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Setting Clock Synchronization Tolerance to Prevent Replay Attacks

Updated: March 28, 2003

Applies To: Windows Server 2003, Windows Server 2003 R2, Windows Server 2003 with SP1, Windows Server 2003 with SP2

You can use the Maximum tolerance for clock synchronization Group Policy to protect your organization against replay attacks, in which attackers replay authentic network exchanges that they capture off the wire to cause the server to allow them access to the system. If your clock synchronization tolerance setting is low, the server rejects replayed messages for which the allowable time skew has passed.

The Maximum tolerance for computer clock synchronization Group Policy is set to 5 minutes by default. In most cases, this provides an acceptable level of security. You can increase protection against replay attacks by shortening the maximum tolerance for clock synchronization. Tighter synchronization requirements, however, might result in increased authentication traffic.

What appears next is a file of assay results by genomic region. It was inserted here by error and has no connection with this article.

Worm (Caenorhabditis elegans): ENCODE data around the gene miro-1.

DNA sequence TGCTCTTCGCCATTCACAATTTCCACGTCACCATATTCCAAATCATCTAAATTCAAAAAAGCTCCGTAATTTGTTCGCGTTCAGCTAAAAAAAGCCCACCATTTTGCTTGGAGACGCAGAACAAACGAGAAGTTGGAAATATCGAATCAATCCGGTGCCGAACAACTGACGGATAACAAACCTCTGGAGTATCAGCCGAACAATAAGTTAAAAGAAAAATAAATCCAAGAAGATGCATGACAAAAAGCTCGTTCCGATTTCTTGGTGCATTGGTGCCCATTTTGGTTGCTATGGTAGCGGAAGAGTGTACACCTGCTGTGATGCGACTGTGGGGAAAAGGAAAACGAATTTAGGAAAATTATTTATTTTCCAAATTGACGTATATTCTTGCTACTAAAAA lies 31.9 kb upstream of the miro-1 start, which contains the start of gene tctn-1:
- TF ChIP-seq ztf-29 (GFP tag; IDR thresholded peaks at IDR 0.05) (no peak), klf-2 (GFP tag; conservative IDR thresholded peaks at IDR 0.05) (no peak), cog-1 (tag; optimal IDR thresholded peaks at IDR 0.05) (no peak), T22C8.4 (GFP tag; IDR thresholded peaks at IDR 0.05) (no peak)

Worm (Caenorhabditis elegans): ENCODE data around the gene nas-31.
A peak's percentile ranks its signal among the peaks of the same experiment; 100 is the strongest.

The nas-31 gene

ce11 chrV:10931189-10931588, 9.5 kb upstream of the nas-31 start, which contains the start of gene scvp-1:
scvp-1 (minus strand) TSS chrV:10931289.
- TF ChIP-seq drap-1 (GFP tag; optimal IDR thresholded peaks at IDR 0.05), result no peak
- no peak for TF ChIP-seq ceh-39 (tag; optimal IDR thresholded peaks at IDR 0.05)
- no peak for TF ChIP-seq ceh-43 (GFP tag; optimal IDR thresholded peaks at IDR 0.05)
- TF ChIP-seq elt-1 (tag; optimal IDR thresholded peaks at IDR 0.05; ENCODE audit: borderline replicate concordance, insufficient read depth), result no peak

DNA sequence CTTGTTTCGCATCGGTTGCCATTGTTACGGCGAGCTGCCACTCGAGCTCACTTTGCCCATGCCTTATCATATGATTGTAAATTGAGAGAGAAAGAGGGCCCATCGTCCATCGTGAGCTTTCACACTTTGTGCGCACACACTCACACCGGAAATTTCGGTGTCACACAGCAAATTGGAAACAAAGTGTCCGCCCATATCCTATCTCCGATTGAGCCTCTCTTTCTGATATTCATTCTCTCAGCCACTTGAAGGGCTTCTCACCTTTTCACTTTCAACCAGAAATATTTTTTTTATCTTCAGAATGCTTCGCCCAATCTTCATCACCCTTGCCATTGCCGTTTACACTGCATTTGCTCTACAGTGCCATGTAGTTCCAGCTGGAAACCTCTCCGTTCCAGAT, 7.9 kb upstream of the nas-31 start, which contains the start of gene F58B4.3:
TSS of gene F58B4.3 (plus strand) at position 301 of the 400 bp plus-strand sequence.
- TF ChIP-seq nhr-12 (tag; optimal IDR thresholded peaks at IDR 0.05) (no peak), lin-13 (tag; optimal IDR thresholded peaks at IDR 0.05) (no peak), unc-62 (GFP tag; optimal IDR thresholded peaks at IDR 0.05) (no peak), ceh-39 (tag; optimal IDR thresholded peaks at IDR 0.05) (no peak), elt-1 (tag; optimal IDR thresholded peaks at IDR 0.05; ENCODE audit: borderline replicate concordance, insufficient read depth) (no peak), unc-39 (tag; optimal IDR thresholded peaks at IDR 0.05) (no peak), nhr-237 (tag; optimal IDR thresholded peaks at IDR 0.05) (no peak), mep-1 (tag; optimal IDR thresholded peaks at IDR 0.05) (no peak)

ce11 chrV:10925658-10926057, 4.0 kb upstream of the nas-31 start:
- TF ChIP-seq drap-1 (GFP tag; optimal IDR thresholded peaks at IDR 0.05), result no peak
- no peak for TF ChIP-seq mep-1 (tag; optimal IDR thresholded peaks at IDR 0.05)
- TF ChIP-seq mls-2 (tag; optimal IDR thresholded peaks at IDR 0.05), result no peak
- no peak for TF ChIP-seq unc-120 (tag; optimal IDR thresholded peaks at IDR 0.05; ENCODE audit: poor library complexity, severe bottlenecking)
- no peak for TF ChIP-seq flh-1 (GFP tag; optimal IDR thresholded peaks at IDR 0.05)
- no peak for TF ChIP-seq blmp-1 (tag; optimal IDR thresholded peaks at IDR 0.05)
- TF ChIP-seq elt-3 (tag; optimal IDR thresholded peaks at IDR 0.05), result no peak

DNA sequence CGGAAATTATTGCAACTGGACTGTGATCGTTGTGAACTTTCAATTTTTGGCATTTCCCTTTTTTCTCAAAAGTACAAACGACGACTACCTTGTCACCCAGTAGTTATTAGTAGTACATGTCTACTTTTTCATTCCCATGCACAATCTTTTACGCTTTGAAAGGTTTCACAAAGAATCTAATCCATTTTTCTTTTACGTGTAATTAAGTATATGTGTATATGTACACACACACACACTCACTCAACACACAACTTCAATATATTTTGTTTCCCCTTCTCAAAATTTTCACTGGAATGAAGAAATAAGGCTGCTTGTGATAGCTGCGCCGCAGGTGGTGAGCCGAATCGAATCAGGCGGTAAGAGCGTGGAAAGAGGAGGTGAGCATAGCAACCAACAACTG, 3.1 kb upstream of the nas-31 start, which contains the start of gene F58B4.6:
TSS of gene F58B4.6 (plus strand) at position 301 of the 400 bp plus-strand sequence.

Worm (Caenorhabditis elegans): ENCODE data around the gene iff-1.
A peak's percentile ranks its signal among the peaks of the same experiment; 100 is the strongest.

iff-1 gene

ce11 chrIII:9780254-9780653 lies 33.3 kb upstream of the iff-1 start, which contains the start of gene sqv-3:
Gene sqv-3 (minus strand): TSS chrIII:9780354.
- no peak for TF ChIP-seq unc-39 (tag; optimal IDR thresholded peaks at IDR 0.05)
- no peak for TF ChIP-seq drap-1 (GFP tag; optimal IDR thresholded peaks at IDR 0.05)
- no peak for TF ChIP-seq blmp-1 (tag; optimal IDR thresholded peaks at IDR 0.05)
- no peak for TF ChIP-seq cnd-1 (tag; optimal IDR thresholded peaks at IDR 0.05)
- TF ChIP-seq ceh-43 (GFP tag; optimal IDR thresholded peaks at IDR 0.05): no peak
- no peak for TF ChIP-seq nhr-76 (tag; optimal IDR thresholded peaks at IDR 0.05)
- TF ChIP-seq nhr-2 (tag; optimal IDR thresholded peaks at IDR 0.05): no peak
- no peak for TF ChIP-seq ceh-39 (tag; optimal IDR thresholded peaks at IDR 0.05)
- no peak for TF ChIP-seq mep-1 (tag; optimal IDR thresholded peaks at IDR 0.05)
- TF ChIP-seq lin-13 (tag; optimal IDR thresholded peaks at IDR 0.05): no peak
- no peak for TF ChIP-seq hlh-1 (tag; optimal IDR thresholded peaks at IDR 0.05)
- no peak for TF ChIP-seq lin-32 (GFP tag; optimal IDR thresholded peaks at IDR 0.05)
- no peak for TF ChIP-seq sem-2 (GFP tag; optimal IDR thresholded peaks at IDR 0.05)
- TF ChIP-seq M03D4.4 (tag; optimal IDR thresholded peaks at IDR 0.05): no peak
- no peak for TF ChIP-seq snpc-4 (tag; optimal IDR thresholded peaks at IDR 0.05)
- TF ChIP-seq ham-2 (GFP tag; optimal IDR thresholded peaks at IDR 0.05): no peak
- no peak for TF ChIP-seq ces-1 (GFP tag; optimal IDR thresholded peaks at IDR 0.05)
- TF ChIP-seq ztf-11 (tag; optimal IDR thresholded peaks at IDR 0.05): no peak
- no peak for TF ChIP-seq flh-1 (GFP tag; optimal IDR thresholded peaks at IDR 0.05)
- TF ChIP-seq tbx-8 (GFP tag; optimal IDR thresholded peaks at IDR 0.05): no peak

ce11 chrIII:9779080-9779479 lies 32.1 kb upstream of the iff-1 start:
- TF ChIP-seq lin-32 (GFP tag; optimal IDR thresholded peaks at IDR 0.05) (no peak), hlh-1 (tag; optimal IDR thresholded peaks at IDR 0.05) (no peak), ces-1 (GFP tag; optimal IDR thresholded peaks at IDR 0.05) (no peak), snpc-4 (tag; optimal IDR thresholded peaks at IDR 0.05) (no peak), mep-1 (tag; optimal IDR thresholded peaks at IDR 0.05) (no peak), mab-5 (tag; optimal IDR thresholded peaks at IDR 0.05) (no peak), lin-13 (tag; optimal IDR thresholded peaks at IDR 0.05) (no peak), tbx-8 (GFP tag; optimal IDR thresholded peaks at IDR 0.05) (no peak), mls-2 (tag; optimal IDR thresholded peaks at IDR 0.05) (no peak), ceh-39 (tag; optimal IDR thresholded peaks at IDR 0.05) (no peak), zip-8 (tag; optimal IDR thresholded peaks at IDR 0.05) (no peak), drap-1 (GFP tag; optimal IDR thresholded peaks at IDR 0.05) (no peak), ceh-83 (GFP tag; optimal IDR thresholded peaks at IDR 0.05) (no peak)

Shortening the maximum tolerance reduces replay attacks because the Kerberos V5 authentication protocol uses authenticators based on time to establish user identities. A shorter tolerance makes a replay attack more difficult.

The Maximum tolerance for computer clock synchronization Group Policy can be found in the Default Domain Policy object under Computer Configuration\Windows Settings\Security Settings\Account Policies\Kerberos Policy.

In general these settings should be changed only if there is a strong reason to believe you might be vulnerable to this type of attack.

For more information about time synchronization in Windows Server 2003, see the Windows Security Collection of the Windows Server 2003 Technical Reference (or see the Windows Security Collection on the Web at http://www.microsoft.com/reskit).

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